Brenda’s Blog – August 25, 2020
“I did it and have the T-shirt to prove it!” I have heard this about jobs, parenting, athletic events, and even eating contests.
My closet is full of Tees from travels, most of them very old and way too small for me now. But I keep them because they remind me of great experiences.
My grandson lives on hand-me-downs and thrift store offerings. Consequently, he has tees from a variety of colleges, cities, and sporting events. Often he is asked if he is a graduate of the college whose shirt he is wearing. People just assume he is a student. But no – he is the recipient of someone else’s history.
How often do we adopt someone else’s story instead of creating our own? Isn’t it easier to borrow someone else’s credibility rather than earning our own?
How often do we take on the spiritual background of someone else without establishing our own? I once knew a man who as an adult was challenged by his mentor to “stop riding my spiritual coattails and get your own testimony.” He was wearing someone else’s t-shirt.
Sometimes I randomly glance through my shirts and pause to remember – moments of time travel. Some make me laugh while others bring a few minutes of reflection. But then I fold them, put them back in the closet and promise to do something with them “someday.”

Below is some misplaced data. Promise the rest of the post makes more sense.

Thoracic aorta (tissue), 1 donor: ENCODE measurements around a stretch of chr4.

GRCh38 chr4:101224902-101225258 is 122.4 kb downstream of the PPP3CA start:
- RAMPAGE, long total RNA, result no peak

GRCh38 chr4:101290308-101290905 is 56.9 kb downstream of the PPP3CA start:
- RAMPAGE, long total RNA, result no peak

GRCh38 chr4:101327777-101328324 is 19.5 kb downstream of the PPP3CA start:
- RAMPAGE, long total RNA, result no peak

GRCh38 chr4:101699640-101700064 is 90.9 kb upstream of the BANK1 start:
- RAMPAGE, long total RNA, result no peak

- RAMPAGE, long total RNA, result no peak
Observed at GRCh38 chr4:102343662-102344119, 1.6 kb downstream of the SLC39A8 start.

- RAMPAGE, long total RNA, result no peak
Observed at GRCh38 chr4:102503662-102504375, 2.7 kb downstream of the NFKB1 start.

I have a friend whose wife mistakenly used a beloved, but ratty, t-shirt as a cleaning cloth. He almost cried as he explained the significance of the concert tee from his glorious days of youth.
What do our shirts say about us? Volunteer efforts, jobs, travels, athletic pursuits, political affiliations, holidays, or maybe faith statements? We Americans live a t shirt life. Every once in a while perhaps we should take inventory and consider what they say about us, our beliefs, and our character.
We will always go on proclaiming our experiences to the world, bear advertising like living sign boards, and announce our proud loyalties, won’t we? Let’s just make sure they rightly express who we are.